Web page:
Athens, Greece – Musawir Roshan doesn’t like long goodbyes. At two o’clock one morning about four months ago, he sneaked out of the house where he grew up in Kabul, leaving his father, seven brothers and one sister, the sibling dearest to him, undisturbed in their sleep.
Only his mother realised he was gone. “My mother – she knew. That night when I moved out from my house, my mother came out on to the street at two o’clock and she cried and she held me,” says Roshan during a walk on a beach in Athens.
Roshan left his native Afghanistan because the Taliban were threatening to kill him. “The Taliban says music is not good, music is not in Islam. ‘If anybody is singing, we will kill him,’ [they say]. All music.”
But Roshan was not targeted simply because he is a musician. His message is highly political. “Because women have problems in Afghanistan, I make a song, asking, ‘Why do the Taliban kill women? Why don’t women go to school?'” he says.
“This concert made a big problem for me. The Taliban said, ‘Why did you make this song about women? Women cannot go to school.'”
One night as he returned home, Roshan was accosted by a stranger who lit a torch in his face, then inexplicably disappeared. In retrospect, he suspects it was the Taliban verifying his address. Shortly after, the Taliban killed his cousin, Emal. “He is not a singer, but he went with me everywhere; whenever I sang or had a shoot, he would come.”
Emal was gunned down just yards from Roshan’s house. His body was riddled with 16 bullets. The next day, the Taliban posted a death threat on Roshan’s front door.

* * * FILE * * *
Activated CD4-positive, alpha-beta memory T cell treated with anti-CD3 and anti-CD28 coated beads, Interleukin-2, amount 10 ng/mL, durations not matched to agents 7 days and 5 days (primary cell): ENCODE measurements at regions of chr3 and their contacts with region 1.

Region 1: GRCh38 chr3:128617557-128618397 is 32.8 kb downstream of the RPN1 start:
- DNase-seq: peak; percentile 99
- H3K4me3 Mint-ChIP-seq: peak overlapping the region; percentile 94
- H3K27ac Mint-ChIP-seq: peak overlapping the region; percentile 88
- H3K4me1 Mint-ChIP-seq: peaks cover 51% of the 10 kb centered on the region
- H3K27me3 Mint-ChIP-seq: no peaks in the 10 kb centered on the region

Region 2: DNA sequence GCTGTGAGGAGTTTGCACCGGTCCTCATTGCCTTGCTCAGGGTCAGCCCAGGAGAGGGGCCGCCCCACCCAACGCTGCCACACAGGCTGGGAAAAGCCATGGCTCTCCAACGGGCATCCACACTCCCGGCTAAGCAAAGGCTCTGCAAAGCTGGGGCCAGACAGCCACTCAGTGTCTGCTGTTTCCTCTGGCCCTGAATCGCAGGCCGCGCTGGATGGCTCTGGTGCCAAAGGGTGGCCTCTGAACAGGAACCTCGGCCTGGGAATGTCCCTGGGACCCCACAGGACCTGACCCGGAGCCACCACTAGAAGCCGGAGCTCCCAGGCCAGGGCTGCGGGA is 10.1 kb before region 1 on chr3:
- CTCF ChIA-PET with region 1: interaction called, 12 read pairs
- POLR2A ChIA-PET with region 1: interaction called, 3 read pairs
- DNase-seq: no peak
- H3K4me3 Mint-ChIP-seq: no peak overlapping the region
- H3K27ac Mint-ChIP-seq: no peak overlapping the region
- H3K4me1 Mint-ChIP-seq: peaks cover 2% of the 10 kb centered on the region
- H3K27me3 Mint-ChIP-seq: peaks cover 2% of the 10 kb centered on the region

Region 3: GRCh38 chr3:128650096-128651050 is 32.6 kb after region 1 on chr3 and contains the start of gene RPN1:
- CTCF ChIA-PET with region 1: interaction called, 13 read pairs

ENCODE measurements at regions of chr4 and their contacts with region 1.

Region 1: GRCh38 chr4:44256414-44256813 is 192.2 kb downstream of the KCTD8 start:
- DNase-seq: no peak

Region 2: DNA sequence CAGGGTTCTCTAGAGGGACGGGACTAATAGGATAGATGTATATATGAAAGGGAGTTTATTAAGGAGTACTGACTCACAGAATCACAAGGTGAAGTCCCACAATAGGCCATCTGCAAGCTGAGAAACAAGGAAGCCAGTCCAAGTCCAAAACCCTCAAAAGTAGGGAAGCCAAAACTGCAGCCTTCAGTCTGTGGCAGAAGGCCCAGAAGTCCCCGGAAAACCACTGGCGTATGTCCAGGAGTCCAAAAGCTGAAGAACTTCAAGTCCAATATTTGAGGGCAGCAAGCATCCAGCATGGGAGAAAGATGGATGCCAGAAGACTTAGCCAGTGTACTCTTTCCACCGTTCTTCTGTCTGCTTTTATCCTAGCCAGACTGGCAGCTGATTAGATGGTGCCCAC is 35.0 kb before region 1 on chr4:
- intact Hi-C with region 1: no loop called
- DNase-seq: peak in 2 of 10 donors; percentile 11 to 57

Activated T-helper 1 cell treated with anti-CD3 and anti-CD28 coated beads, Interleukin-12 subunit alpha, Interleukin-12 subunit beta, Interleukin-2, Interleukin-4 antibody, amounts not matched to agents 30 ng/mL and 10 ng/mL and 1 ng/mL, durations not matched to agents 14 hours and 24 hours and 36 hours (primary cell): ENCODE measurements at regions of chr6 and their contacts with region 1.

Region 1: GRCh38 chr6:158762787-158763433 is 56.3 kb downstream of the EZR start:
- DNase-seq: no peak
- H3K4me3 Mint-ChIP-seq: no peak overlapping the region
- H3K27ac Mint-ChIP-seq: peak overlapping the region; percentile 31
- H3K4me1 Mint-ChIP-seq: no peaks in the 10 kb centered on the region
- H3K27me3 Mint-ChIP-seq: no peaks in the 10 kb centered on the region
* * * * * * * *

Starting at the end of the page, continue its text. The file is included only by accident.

Even then, Roshan dug in his heels. He neither left Afghanistan nor stopped singing, but the Taliban lay in wait for him at night as he walked home along the unlit street.
“Once I saw a man walking towards me. He was looking straight at me, and as he walked past, he turned his head and kept looking at me. I said, ‘Why are you looking at me like that?’ Then he swore at me and pulled out a gun. I ran, and then I heard gunshots. I don’t know if he was aiming at me.”
The warnings came in every possible form. “The Taliban called me on the phone and said, ‘Stop your music … if we find where you are living, we will kill you,'” Roshan says.
What finally forced him to go was pressure from home. His youngest brother and his sister were facing discrimination at school from students whose families were sympathetic to the Taliban.
“My father used to beat me to make me stop singing. He told me to leave my home, and ‘go anywhere you go because you are making problems for me’.”
Roshan is now among thousands of Afghans trapped in Greece – the victims of a tightening political attitude in Europe towards refugees.
Until the beginning of this year, all self-proclaimed refugees enjoyed a wave-through policy, which allowed them to walk across six national borders from Greece to Germany.
On February 18, the police chiefs of Austria, Serbia, Croatia, Slovenia and Macedonia announced that “the migration flow along the Western Balkans route has to be reduced to the greatest possible extent”.
Three days later, the five signatories barred entry to Afghans, the latest addition to a growing list of displaced nationals which now excludes all except Syrians and Iraqis – ostensibly because overt war continues to rage in those countries.
Austria’s arrangement with the former Yugoslav republics originally had the political backing of Poland, Hungary, the Czech Republic and Slovakia, who began to close their borders unilaterally last year.